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New Study Analyses The Cost Of Retirement

Ireland, like many developed, is facing significant population challenges in the both the medium and long term. While we currently have one of the youngest populations in Europe, the number of people aged 65 or over is now the fastest growing demographic in the country.

Increased longevity and better medical care are transforming ‘old-age’ and it is predicted that Ireland could have have over 1.4 million people over the age of 65 by 2046 and by 2046 the 65+
dependency ratio could have doubled from what it was in 2011.This is good news, but it is not without its challenges.

Old age is being transformed; retirement is now seen as bringing a whole new lease of life, an opportunity to kick start new learnings and opportunities. The days of the ‘carriage clock’ retirement already seem outdated.

So how much does life in retirement cost and why should we be planning our pension when we might not be retiring for another 20, 30, or 40 years? Kristen Foran, national sales director of Zurich Life explains: “The theory has always been that we need two thirds of our current pre-retirement income to retire comfortably. The thinking is that costs reduce in retirement as the mortgage should be paid off and the children have fled the nest.

Indeed, Revenue limits on pension funding uses this figure also. However, life has changed dramatically in recent years following the Celtic tiger and the subsequent recession, so this theory may well be defunct.”

A recent Zurich Life Pension Survey found that 20% of those with a mortgage are so heavily indebted they expect to be still paying off the home loan when they cease working, and four out of 10 people expect to never buy and continue to rent.

The Zurich survey shows that this is coupled with the fact that the average age that Irish women are having their first baby at is 32.5 and that the average age at which young Irish people now leave the family home is 26.3 years, with the actual cost of living in retirement may be more demanding than we realise.

“The picture of life in retirement is going to look different for everyone but it’s worth thinking about when planning for spending in retirement,” Foran says. “It’s also important to look at the different phases of retirement when planning for the income needed at that point.”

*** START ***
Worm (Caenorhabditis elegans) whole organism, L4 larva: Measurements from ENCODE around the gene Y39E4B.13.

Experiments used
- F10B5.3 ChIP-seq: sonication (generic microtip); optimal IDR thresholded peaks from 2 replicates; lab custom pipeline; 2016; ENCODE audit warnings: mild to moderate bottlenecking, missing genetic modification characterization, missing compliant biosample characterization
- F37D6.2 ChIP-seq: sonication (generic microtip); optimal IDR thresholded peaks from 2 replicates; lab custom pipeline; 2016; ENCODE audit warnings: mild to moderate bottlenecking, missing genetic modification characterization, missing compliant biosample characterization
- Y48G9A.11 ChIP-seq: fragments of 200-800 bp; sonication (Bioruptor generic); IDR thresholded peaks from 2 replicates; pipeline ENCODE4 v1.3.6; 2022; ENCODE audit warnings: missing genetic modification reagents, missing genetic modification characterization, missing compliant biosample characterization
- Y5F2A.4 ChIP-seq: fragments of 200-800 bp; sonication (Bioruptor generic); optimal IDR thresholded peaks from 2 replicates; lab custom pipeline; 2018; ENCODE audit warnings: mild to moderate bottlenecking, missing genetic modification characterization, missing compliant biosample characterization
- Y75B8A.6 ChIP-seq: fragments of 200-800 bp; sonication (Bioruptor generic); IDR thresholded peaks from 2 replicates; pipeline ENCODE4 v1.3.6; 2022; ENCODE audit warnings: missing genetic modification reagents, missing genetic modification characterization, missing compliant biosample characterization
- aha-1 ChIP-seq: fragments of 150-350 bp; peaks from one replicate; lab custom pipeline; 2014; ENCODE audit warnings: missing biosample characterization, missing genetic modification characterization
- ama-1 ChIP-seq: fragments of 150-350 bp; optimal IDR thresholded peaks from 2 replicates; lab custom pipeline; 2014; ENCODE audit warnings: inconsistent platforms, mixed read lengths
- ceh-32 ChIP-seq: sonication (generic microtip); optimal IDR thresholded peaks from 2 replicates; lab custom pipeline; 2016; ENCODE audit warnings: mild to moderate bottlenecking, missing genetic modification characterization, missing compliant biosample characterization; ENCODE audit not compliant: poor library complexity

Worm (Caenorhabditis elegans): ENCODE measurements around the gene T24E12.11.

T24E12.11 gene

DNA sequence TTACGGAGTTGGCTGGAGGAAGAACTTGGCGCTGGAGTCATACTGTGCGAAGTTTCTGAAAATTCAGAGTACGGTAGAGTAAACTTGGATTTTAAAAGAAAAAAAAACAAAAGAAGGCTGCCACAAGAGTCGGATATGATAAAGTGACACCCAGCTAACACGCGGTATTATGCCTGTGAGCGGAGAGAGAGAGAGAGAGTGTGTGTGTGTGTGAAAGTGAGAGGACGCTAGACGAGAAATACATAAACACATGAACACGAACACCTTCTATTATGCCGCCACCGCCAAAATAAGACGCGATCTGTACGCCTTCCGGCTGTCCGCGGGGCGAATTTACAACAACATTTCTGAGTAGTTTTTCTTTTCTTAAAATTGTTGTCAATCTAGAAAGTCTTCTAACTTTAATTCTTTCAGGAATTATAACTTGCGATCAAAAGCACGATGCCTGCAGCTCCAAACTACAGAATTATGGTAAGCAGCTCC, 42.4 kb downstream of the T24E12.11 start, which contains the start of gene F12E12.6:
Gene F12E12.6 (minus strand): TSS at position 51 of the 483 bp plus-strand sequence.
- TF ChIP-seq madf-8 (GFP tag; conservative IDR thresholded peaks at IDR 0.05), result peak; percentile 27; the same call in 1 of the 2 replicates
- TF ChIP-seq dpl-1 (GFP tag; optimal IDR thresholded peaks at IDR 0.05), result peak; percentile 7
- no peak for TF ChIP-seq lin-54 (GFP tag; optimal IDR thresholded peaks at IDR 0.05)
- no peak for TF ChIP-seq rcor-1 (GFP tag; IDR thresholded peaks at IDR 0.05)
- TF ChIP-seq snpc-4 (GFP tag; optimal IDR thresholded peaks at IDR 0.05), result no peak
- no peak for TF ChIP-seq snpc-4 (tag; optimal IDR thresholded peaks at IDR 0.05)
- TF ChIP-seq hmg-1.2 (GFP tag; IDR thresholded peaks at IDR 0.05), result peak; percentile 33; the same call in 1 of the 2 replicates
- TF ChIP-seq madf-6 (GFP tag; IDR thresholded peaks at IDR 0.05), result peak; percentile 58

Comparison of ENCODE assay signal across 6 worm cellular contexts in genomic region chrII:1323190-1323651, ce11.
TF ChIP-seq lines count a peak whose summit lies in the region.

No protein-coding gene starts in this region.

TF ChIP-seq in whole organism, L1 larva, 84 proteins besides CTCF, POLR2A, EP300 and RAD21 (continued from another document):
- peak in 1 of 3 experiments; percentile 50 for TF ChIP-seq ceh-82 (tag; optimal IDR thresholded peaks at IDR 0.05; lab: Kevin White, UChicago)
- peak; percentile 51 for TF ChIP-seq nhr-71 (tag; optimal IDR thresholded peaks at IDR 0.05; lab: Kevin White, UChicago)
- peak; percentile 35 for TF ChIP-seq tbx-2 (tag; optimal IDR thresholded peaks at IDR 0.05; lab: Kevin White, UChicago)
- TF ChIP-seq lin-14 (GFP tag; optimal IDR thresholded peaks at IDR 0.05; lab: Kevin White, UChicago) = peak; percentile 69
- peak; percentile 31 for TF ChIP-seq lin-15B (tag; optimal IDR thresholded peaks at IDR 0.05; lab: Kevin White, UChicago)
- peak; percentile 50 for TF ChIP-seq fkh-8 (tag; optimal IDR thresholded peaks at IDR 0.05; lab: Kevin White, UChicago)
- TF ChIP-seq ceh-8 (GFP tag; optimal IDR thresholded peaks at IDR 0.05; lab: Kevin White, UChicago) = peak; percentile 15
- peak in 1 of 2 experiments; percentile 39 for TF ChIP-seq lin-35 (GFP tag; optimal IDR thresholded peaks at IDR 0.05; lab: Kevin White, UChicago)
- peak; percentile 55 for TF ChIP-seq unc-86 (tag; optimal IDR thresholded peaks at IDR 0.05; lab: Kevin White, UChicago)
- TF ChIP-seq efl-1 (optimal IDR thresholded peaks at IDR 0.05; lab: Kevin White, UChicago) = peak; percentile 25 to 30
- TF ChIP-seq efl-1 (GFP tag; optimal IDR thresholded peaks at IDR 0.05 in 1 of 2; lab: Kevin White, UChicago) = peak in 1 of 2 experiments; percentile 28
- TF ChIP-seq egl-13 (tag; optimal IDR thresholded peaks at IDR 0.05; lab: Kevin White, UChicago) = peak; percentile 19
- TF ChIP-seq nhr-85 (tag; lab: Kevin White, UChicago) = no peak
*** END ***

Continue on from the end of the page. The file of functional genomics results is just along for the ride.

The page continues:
She identifies four phases in retirement to consider when saving for retirement income. First is the honeymoon phase. “This is probably the most exciting stage of retirement. It’s great to be retired, leaving behind the rat race. People may have access to a lump sum and realise some dreams or ambitions such as travelling the world, going on a cruise, paying off debts, etc. However, this doesn’t last too long as a regular lifestyle begins.”

The second phase Foran talks about is the active stage, which she says sees a new normality start. “People take up hobbies and leisure interests, spend more time with family and perhaps travel more. This lasts up to approximately the age of 75. Most people would hope to be debt free at this point, or before, and the children should certainly have left home.”

The passive phase is usually between the ages of 75-85, according to Foran. At this point spending on hobbies and leisure pursuits may decrease, while spending on health will increase. There may be a focus at this point on downsizing a home and on estate planning.
The last stage is the dependant or supportive phase. “Life may change dramatically at this point,” Foran says.

“Mobility may be restricted and the need for care increases. Medical costs may be at their highest at this point, and although a medical card may be available, many still have private healthcare.

At the current rate of €243.30 per week or €12,651.60 per year, the State pension is designed to cover the basic costs of living in retirement. If you consider your actual financial commitments and phases of retirement or even that the current average earnings in Ireland are under €40k, it’s easy to understand the overwhelming gap between the desired lifestyle in retirement versus the real life situation.

According to Foran, the key to a successful retirement strategy is to start planning it many years before the actual date. “Retirement advice in Ireland is undergoing a change,” she says. “No longer is it advice on a one-off product choice when a person retires; it has become much more complex and involves process planning for the various different stages of a person’s life in retirement.”

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